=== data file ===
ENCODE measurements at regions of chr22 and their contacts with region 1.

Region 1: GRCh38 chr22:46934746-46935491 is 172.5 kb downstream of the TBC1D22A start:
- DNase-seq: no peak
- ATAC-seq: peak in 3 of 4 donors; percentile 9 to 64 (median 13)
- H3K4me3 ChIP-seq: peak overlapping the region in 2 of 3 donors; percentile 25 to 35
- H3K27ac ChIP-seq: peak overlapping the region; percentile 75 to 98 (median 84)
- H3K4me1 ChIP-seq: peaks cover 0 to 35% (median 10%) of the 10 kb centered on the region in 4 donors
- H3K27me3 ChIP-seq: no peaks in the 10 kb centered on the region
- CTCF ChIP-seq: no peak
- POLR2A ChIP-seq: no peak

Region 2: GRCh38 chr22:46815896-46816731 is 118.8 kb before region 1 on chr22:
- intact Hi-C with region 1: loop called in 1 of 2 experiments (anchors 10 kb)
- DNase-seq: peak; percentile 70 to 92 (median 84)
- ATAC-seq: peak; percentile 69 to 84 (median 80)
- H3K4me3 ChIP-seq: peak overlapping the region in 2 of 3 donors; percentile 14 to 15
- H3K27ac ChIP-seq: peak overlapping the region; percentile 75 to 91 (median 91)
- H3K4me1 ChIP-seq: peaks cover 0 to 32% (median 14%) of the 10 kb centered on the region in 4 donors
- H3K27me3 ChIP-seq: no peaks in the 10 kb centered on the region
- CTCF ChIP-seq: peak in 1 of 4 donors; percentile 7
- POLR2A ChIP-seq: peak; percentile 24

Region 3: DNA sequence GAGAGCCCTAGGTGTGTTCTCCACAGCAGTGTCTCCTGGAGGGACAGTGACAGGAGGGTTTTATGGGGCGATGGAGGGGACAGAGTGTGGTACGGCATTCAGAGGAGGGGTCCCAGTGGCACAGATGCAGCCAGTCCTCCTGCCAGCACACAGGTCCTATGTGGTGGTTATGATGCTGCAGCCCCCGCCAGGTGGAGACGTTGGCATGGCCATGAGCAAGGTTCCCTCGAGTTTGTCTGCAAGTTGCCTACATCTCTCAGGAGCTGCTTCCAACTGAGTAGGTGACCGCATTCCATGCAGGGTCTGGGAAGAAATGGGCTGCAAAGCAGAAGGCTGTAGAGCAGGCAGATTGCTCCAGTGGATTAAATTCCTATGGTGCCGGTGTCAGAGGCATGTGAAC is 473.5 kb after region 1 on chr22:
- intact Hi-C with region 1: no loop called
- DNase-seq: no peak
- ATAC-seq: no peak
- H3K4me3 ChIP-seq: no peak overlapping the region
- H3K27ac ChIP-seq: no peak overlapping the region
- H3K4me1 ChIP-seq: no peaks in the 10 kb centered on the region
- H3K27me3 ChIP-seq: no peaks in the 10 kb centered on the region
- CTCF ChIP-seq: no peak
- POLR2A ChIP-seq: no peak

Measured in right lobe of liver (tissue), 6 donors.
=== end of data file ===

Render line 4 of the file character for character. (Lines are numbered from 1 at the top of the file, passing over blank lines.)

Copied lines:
- ATAC-seq: peak in 3 of 4 donors; percentile 9 to 64 (median 13)